The U.S. Center at COP27 featured an exhibit space highlighting innovative climate solutions, virtual reality (VR) simulations, data visualizations, and captivating youth voices. In the exhibit space, visitors to the U.S. Center had the opportunity to explore how companies are leading on decarbonizing hard-to-abate sectors. The VR simulations and data visualizations transported attendees to places around the world and connect the viewer to the science, impacts, and solutions to the climate crisis. In the interactive art space, there were opportunities to gain insights into youth perspectives on climate action via different mediums. Attendees could view the exhibits any time while the U.S. Center was open, or during our daily open exhibit times: 11:30am-12:30pm, 4:00-4:30pm, and 5:00-5:30pm.
The First Movers Coalition is a global initiative harnessing the purchasing power of companies to decarbonize “hard-to-abate” industrial sectors that currently account for 30% of global emissions: Aluminum, Aviation, Chemicals, Concrete, Shipping, Steel, and Trucking, along with innovative Carbon Dioxide Removal technologies. For these sectors to decarbonize successfully, we require the commercial scale up of critical new low-carbon technologies and solutions over this decade, a few of which will be exhibited at the U.S. Center.
Boston Metal: Boston Metal has developed a new technology to decarbonize steel production. The company’s patented molten oxide electrolysis (MOE) platform replaces fossil fuels with renewable electricity to convert all iron ore grades into high-purity liquid metal through a cost-efficient, one-step process. With the potential to eliminate a significant source of global carbon emissions, Boston Metal’s scalable technology is intended to green the most important engineering material in the world. At the U.S. Center, Boston Metal will showcase pieces of metal produced in an MOE cell at company headquarters in Massachusetts.
Brimstone: Brimstone is a carbon-negative cement company. Its breakthrough process produces the exact same materials – competitively priced ordinary portland cement and supplementary cementitious material (SCM) – as traditional manufacturers, while leaving less CO2 in the air than before. As a result, Brimstone transforms cement – the essential material responsible for about 8% of carbon emissions – from a leading driver of climate change into a climate solution. At the U.S. Center, Brimstone is showcasing a standard 2-inch³ (~51 mm³) carbon-negative mortar cube that is chemically and physically identical to traditionally made cement.
Charm Industrial: Charm Industrial turns excess, inedible corn stalks and forest waste into bio-oil and puts that oil back underground, financially supporting rural, farming, and former oil & gas communities with investment and new climate change mitigation jobs. After reaching a large scale of bio-oil production, Charm can also use its bio-oil to produce carbon negative steel. Charm’s carbon negative steel is intended to turn steel’s significant share of global emissions to negative. At the U.S. Center, Charm Industrial will demonstrate a model of Charm’s future pyrolyzer for use in agricultural settings, which will collect corn stalks from fields and turn them into bio-oil ready for permanent sequestration or steel making.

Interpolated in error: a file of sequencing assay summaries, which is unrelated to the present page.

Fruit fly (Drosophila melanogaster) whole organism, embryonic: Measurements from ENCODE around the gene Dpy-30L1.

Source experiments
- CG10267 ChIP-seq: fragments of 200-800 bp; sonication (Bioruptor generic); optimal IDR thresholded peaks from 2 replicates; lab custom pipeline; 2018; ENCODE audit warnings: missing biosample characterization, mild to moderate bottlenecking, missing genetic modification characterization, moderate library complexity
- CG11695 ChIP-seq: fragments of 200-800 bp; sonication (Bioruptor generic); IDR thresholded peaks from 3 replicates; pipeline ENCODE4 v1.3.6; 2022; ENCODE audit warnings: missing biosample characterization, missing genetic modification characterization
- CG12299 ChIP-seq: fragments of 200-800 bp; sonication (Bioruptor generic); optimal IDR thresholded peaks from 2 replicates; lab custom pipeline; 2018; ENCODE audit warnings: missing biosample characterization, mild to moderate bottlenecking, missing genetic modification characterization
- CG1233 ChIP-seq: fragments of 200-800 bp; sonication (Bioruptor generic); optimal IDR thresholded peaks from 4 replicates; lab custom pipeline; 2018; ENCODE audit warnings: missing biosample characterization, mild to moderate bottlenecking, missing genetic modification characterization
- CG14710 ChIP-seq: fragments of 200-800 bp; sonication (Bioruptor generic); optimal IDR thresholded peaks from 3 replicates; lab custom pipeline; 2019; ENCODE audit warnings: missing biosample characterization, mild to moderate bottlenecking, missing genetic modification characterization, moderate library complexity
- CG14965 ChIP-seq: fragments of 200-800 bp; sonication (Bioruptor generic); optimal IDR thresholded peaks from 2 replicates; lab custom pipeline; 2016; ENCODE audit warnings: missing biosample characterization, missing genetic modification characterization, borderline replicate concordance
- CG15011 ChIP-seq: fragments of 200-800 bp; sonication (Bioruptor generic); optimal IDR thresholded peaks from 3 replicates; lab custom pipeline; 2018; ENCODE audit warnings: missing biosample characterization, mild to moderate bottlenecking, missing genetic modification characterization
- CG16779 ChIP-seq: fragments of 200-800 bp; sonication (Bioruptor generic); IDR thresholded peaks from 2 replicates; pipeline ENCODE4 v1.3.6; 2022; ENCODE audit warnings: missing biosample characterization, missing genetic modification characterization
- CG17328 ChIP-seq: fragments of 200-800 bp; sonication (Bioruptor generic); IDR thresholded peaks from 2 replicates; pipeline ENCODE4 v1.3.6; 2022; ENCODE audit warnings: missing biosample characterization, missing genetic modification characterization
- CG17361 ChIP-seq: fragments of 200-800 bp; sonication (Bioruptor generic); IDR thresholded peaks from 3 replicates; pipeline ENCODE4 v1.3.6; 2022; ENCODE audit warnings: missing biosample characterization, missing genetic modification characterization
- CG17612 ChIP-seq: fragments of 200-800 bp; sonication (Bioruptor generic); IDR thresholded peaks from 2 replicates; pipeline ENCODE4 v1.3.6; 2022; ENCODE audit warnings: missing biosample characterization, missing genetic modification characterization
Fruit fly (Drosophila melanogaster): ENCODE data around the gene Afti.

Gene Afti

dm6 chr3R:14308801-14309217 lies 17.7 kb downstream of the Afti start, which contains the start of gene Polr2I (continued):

Nitricity: Nitricity is a startup that had developed a process of electrifying the production of nitrogen fertilizer. Founded in 2018, the company is currently headquartered in San Francisco, California. Nitricity uses a plasma process that mimics lightning to make climate-smart nitrogen fertilizers from just air, water, and renewable electricity. This technology is intended to eliminate fossil fuels from the process, which significantly reduces the greenhouse gas emissions associated with the production of nitrogen fertilizer. Nitricity’s technology is positioned to help food and industrial value chains become more sustainable, efficient, and resilient. At the U.S. Center, Nitricity is showcasing a representative lightning fertilizer reactor which converts atmospheric nitrogen into nitrogen fertilizer.
Sublime Systems: Sublime Systems utilizes technology intended to make low-carbon cement – without relying on post-combustion carbon capture. Sublime’s technology is intended to replace the industry’s legacy fossil-fueled kilns with an electrolyzer that makes cement at ambient temperature, resulting in an economical cement with both low embodied CO2 and low embodied energy. Sublime was started in 2020, as a spin-out of MIT. At the U.S. Center, Sublime Systems is showcasing art made from Sublime Cement™, which will be available by the ton by the end of 2022.